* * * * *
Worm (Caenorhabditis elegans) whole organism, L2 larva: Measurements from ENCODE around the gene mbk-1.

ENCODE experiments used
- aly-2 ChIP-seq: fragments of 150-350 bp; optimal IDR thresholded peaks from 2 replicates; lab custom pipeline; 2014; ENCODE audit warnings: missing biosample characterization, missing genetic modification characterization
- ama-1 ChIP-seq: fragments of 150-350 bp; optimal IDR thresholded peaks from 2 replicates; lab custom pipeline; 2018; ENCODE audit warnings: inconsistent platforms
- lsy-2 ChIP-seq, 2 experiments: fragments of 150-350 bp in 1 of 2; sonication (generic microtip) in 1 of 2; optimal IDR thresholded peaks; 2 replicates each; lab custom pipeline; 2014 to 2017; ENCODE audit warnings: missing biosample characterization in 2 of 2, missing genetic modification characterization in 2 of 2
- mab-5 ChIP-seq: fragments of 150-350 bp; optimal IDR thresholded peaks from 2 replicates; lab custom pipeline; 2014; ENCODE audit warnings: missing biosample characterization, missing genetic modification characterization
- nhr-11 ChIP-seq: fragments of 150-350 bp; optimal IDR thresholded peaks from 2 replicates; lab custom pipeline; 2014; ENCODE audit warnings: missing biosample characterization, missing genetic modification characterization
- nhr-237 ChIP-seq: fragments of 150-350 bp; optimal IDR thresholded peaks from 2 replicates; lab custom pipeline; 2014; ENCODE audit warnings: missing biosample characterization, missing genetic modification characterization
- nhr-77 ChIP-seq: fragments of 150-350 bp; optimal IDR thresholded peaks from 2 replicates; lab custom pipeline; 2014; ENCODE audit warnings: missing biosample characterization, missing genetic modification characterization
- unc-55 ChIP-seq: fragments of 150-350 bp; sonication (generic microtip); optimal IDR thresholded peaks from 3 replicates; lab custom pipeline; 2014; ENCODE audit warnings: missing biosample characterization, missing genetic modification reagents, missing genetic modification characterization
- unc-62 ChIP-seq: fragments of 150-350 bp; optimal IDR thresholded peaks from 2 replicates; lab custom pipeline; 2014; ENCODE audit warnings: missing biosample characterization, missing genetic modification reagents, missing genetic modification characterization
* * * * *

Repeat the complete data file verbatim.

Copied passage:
Worm (Caenorhabditis elegans) whole organism, L2 larva: Measurements from ENCODE around the gene mbk-1.

ENCODE experiments used
- aly-2 ChIP-seq: fragments of 150-350 bp; optimal IDR thresholded peaks from 2 replicates; lab custom pipeline; 2014; ENCODE audit warnings: missing biosample characterization, missing genetic modification characterization
- ama-1 ChIP-seq: fragments of 150-350 bp; optimal IDR thresholded peaks from 2 replicates; lab custom pipeline; 2018; ENCODE audit warnings: inconsistent platforms
- lsy-2 ChIP-seq, 2 experiments: fragments of 150-350 bp in 1 of 2; sonication (generic microtip) in 1 of 2; optimal IDR thresholded peaks; 2 replicates each; lab custom pipeline; 2014 to 2017; ENCODE audit warnings: missing biosample characterization in 2 of 2, missing genetic modification characterization in 2 of 2
- mab-5 ChIP-seq: fragments of 150-350 bp; optimal IDR thresholded peaks from 2 replicates; lab custom pipeline; 2014; ENCODE audit warnings: missing biosample characterization, missing genetic modification characterization
- nhr-11 ChIP-seq: fragments of 150-350 bp; optimal IDR thresholded peaks from 2 replicates; lab custom pipeline; 2014; ENCODE audit warnings: missing biosample characterization, missing genetic modification characterization
- nhr-237 ChIP-seq: fragments of 150-350 bp; optimal IDR thresholded peaks from 2 replicates; lab custom pipeline; 2014; ENCODE audit warnings: missing biosample characterization, missing genetic modification characterization
- nhr-77 ChIP-seq: fragments of 150-350 bp; optimal IDR thresholded peaks from 2 replicates; lab custom pipeline; 2014; ENCODE audit warnings: missing biosample characterization, missing genetic modification characterization
- unc-55 ChIP-seq: fragments of 150-350 bp; sonication (generic microtip); optimal IDR thresholded peaks from 3 replicates; lab custom pipeline; 2014; ENCODE audit warnings: missing biosample characterization, missing genetic modification reagents, missing genetic modification characterization
- unc-62 ChIP-seq: fragments of 150-350 bp; optimal IDR thresholded peaks from 2 replicates; lab custom pipeline; 2014; ENCODE audit warnings: missing biosample characterization, missing genetic modification reagents, missing genetic modification characterization